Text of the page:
That's actually a very good question because the asylum system is complex. I'll be very brief, and then I'll hand the floor over to my colleague Ms. Miller.
Overall, the asylum system is governed through legislation, IRPA, as well as various regulations. From those authorities we devise operating procedures for how we effect the law. When individuals go through a regular port of entry—air, land, or marine—and claim asylum, they're processed under the carriage of the CBSA. They'll first do an “admissibility to Canada” check and then they'll do an “are you eligible to move forward to apply to the IRB” check That's all it is.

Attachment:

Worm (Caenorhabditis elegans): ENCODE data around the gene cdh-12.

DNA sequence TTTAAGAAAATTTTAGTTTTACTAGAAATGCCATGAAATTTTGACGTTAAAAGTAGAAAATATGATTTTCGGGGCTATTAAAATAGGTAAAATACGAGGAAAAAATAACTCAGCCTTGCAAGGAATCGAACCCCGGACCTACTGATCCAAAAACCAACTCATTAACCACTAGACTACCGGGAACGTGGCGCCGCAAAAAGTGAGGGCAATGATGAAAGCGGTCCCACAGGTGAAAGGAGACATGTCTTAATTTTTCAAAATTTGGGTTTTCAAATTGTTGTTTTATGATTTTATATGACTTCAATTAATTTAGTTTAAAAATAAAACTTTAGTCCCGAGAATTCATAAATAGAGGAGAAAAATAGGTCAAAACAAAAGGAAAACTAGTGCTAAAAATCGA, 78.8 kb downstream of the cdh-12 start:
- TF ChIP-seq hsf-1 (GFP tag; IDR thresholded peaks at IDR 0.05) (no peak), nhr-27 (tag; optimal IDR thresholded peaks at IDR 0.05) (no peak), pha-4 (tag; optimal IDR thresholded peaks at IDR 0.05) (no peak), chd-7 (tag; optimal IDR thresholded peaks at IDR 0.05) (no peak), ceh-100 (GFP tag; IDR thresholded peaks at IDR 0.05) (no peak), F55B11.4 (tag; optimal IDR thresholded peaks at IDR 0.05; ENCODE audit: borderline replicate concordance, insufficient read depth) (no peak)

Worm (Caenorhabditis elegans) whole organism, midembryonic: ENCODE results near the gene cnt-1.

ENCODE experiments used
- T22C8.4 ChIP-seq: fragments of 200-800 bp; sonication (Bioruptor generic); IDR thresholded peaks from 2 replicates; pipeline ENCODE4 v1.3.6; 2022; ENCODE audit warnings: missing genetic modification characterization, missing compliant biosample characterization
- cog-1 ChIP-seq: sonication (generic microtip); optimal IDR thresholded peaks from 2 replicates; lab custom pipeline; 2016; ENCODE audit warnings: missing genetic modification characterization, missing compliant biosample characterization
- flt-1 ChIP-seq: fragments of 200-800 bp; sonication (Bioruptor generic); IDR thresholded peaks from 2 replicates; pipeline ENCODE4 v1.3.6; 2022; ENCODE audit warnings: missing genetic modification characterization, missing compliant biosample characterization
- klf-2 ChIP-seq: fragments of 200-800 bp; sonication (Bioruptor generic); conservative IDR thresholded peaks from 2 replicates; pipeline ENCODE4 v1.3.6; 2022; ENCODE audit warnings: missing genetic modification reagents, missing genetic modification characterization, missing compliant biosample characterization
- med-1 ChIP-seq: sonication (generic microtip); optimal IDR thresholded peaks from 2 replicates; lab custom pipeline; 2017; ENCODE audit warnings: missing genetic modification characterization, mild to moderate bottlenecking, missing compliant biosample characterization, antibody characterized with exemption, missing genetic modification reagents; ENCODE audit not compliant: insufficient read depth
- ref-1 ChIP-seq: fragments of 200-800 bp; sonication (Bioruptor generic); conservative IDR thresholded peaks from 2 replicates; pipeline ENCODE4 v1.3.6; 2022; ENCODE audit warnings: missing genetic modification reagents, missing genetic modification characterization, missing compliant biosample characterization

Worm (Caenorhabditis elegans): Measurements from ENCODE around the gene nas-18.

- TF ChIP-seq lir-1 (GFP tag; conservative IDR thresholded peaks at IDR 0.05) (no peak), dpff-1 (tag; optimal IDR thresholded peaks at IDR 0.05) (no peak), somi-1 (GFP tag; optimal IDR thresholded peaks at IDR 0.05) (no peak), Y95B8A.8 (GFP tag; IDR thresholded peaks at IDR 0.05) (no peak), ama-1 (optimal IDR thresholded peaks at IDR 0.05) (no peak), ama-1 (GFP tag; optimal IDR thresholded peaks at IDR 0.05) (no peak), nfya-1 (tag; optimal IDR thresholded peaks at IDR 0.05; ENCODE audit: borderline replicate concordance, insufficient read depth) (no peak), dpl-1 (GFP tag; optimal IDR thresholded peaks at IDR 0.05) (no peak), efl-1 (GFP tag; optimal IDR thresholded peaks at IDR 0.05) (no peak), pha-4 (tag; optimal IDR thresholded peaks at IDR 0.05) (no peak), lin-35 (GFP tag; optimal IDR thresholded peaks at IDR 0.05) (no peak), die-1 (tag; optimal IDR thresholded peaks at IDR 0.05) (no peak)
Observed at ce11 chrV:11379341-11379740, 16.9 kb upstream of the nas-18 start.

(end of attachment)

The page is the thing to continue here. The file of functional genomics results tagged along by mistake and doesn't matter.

When someone crosses in-between a port of entry, the local law enforcement—typically the RCMP, but you never know—would take that person back to a port of entry, where the CBSA will process him or her. Some individuals come into the country, legally or not, and then later on decide to claim asylum. They typically walk into an IRCC office. In fact, about 50% to 60% of the claims are inland, as we call it. They come into our office. We now have carriage of that individual. We'll go through the same steps—admissibility, eligibility—and then we will refer the person to the IRB.